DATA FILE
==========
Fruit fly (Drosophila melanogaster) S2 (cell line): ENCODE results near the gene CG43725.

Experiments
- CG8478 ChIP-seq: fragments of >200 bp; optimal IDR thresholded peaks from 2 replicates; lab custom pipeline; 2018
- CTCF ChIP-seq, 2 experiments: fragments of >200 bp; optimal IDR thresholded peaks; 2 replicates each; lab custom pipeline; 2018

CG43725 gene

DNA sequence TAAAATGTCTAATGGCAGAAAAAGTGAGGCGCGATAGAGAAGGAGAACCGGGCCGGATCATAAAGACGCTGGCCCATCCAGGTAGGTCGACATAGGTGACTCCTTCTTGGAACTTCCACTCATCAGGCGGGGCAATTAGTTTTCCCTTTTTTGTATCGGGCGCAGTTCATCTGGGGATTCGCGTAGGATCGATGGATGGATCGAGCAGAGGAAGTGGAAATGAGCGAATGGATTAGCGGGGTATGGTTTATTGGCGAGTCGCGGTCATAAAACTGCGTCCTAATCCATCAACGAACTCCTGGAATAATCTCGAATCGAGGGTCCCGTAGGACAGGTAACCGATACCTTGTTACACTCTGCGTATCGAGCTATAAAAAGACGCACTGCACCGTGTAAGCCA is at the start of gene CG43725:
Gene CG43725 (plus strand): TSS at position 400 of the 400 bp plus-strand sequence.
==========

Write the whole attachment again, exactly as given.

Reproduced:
Fruit fly (Drosophila melanogaster) S2 (cell line): ENCODE results near the gene CG43725.

Experiments
- CG8478 ChIP-seq: fragments of >200 bp; optimal IDR thresholded peaks from 2 replicates; lab custom pipeline; 2018
- CTCF ChIP-seq, 2 experiments: fragments of >200 bp; optimal IDR thresholded peaks; 2 replicates each; lab custom pipeline; 2018

CG43725 gene

DNA sequence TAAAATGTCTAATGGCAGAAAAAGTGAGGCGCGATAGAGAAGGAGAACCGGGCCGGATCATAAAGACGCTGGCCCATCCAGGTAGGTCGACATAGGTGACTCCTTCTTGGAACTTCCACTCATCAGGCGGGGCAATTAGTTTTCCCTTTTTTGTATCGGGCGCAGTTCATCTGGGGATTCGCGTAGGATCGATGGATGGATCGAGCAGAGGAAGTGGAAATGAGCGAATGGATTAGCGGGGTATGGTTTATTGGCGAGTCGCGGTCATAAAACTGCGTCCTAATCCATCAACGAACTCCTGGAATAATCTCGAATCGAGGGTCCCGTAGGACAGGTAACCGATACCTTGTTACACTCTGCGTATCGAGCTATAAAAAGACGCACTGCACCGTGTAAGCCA is at the start of gene CG43725:
Gene CG43725 (plus strand): TSS at position 400 of the 400 bp plus-strand sequence.